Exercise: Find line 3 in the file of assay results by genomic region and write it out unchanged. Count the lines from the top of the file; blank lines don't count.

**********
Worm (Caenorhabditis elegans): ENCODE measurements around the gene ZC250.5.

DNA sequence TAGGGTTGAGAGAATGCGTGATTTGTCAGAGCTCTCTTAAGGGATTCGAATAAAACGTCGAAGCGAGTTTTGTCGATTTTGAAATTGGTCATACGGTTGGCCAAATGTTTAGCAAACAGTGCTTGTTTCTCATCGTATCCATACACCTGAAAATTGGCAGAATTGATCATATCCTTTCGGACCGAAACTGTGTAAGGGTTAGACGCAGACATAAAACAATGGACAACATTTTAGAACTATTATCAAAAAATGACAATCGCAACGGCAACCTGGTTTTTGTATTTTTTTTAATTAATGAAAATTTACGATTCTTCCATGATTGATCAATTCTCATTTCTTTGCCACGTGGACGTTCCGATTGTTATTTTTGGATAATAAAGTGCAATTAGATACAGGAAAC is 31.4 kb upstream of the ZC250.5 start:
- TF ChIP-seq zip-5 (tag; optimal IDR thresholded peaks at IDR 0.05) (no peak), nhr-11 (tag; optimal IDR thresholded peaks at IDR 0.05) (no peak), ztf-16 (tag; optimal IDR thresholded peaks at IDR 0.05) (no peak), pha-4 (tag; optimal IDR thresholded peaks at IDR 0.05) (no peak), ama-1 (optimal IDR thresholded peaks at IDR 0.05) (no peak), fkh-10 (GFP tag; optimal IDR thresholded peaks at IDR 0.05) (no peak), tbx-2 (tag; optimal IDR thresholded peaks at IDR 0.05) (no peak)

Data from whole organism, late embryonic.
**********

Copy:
- TF ChIP-seq zip-5 (tag; optimal IDR thresholded peaks at IDR 0.05) (no peak), nhr-11 (tag; optimal IDR thresholded peaks at IDR 0.05) (no peak), ztf-16 (tag; optimal IDR thresholded peaks at IDR 0.05) (no peak), pha-4 (tag; optimal IDR thresholded peaks at IDR 0.05) (no peak), ama-1 (optimal IDR thresholded peaks at IDR 0.05) (no peak), fkh-10 (GFP tag; optimal IDR thresholded peaks at IDR 0.05) (no peak), tbx-2 (tag; optimal IDR thresholded peaks at IDR 0.05) (no peak)